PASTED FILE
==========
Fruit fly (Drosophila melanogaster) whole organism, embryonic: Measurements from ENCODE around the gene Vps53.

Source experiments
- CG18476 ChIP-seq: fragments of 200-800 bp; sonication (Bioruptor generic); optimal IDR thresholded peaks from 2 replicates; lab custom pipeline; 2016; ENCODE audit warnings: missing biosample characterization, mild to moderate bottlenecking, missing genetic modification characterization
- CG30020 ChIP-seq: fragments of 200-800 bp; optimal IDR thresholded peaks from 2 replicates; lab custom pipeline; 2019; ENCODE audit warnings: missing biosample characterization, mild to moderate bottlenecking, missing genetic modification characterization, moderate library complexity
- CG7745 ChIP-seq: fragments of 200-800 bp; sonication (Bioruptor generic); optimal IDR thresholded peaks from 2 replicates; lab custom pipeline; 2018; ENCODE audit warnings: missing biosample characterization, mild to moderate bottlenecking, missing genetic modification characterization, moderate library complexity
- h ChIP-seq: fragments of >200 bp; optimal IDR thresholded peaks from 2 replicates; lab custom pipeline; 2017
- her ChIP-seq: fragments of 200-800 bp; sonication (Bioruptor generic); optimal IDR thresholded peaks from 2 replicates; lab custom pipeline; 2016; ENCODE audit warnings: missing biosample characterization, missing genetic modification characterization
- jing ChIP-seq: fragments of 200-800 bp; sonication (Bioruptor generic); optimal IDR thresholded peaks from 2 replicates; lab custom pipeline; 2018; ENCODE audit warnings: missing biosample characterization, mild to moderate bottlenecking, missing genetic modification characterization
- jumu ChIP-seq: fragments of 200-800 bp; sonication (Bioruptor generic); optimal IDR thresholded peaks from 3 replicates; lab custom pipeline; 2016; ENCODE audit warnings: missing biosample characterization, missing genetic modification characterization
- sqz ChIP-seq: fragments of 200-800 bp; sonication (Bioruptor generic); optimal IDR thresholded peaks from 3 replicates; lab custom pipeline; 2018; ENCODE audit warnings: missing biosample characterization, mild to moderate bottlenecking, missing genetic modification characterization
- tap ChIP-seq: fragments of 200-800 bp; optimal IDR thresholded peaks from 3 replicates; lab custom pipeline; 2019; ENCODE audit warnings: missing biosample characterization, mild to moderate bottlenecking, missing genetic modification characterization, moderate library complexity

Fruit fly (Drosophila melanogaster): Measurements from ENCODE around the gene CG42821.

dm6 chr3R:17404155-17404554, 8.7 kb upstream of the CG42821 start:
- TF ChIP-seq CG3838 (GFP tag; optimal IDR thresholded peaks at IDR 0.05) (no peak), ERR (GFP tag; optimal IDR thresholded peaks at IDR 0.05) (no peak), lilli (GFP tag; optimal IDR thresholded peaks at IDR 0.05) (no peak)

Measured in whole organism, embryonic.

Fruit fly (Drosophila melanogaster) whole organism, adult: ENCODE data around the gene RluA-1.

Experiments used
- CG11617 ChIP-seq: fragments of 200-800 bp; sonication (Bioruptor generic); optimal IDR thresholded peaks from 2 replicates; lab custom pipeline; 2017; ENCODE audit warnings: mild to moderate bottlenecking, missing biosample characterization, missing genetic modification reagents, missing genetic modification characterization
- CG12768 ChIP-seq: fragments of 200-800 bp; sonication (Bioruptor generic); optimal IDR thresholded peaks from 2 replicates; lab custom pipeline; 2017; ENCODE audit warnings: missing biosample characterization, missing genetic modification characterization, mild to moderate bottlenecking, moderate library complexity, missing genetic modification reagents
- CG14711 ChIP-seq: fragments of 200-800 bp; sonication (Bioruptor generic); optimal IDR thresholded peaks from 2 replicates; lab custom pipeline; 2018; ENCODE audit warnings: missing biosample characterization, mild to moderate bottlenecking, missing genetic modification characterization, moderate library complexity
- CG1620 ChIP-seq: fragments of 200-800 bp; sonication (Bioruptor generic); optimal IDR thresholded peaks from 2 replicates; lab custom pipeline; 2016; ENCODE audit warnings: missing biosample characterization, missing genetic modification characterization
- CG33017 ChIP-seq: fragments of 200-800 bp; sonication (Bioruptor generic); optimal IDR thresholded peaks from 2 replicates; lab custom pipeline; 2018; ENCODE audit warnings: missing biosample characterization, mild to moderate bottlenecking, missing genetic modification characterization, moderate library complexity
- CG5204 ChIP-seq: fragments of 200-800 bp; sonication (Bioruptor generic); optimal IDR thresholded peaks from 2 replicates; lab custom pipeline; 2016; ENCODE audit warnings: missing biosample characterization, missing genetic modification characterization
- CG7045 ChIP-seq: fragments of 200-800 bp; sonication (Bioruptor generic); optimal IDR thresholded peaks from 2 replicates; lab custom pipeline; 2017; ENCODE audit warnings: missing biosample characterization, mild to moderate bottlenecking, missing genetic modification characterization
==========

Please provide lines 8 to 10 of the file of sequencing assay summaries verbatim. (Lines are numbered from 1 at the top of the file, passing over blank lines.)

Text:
- jing ChIP-seq: fragments of 200-800 bp; sonication (Bioruptor generic); optimal IDR thresholded peaks from 2 replicates; lab custom pipeline; 2018; ENCODE audit warnings: missing biosample characterization, mild to moderate bottlenecking, missing genetic modification characterization
- jumu ChIP-seq: fragments of 200-800 bp; sonication (Bioruptor generic); optimal IDR thresholded peaks from 3 replicates; lab custom pipeline; 2016; ENCODE audit warnings: missing biosample characterization, missing genetic modification characterization
- sqz ChIP-seq: fragments of 200-800 bp; sonication (Bioruptor generic); optimal IDR thresholded peaks from 3 replicates; lab custom pipeline; 2018; ENCODE audit warnings: missing biosample characterization, mild to moderate bottlenecking, missing genetic modification characterization